On the other side of the river I headed south by following the dry creek bed emanating from the valley that sits between Mount Gable and Warden Rock. It was easy hiking on soft mossy ground through light forest on the right (west) side of the creek, which then abruptly ended in a headwall after some 30 minutes of hiking. Here, I found an easy way up the left side through the trees and up into the valley proper. There are probably many different possible routes up to the summit mass of Warden Rock from here, for example by following the valley a bit further south and then going up wide scree slopes back to the NE. Another route that I now think is possible, after having seen the mountain from the vantage point of Wapiti Mountain to the north in July 2016, is on a scree ledge on Warden Rock’s northern aspect that appears to be the shortest way to the summit; I haven’t tried this, so it will take someone else to figure out if this is actually possible or if there are stumbling blocks on the way. My route today led me straight up to the base of the steep cliffs on the western side of Warden Rock. I then followed the base of the cliffs south for a while, traversing through a couple of rubbly gullies on the way, until I found a break through the steep rock faces that led me up to the SW ridge of the mountain. There were no cairns or traces of trails anywhere here, but I thoroughly enjoyed searching for a route up through these impressive walls guarding the upper reaches of the mountain. Once on the SW ridge, it was an easy and enjoyable hike along a gently rising broad ridge to the base of the summit mass. This is where my route joined up with the south ridge and I could look down the east side of the mountain for the first time to see the scree slopes that others have described as their ascent route.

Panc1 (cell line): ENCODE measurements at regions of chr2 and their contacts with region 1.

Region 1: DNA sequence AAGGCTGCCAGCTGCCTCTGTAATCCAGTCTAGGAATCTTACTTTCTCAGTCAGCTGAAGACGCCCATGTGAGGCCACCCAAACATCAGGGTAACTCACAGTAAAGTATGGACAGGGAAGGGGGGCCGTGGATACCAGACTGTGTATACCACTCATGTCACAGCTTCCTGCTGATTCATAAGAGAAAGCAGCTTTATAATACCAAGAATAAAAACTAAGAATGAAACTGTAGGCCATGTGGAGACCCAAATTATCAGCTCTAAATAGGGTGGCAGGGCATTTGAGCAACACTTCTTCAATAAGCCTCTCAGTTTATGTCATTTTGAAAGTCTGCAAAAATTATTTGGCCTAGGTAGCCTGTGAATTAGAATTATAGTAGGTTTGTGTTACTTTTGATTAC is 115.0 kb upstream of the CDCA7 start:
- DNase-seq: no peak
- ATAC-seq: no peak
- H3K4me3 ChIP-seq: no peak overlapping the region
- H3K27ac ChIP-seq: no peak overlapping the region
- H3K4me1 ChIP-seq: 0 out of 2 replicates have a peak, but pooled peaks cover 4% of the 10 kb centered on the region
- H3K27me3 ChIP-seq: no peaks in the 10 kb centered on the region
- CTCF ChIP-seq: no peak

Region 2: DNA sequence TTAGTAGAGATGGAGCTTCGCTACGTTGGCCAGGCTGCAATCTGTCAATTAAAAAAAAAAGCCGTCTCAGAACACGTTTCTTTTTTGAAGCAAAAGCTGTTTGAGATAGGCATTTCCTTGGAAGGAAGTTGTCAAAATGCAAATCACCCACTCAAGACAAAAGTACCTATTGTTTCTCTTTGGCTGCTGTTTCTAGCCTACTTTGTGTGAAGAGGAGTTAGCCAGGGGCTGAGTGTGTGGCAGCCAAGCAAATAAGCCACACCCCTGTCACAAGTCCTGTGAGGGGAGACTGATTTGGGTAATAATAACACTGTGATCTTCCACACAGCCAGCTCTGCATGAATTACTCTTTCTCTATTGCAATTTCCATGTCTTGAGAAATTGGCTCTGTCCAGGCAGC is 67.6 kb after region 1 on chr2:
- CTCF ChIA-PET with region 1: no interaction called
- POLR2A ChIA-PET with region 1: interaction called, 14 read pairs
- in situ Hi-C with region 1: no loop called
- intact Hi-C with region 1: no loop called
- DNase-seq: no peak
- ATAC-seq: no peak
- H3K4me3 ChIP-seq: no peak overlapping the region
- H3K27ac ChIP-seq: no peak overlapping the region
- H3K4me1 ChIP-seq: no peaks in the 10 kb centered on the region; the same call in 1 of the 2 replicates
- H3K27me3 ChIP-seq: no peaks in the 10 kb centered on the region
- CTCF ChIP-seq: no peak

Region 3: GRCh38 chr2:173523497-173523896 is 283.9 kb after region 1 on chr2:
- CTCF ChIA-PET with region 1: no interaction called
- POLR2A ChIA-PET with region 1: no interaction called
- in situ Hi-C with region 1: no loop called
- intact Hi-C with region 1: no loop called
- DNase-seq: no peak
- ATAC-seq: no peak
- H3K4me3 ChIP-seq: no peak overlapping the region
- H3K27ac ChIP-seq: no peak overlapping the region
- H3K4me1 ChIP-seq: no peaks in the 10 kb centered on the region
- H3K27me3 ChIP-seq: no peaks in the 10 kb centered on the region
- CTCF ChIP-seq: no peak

To my great surprise, I found fresh footsteps in the lingering patches of snow here! Apparently, a whole group of hikers must’ve been here not too long ago – certainly today, perhaps only a few hours ago. Driven by an extra push of curiosity, I put on a brisk pace to find out if anyone was waiting for me at the summit, still about 30-40 minutes away. I arrived at an empty summit, out of breath and slightly disappointed to have missed my fellow scramblers by possibly mere minutes. I looked down the slopes below me, but couldn’t see anyone, although I thought I heard voices in the distance. Final proof that I wasn’t the only one on this mountain today was in the summit register, a simple glass jar placed only in September 2015: not one, but two separate groups had come to conquer Warden Rock today! I guess I was the unknown third, and due to my choice of a different route it was no wonder I had missed all the other people on the mountain today (I think I counted some 7 or 8 in total!).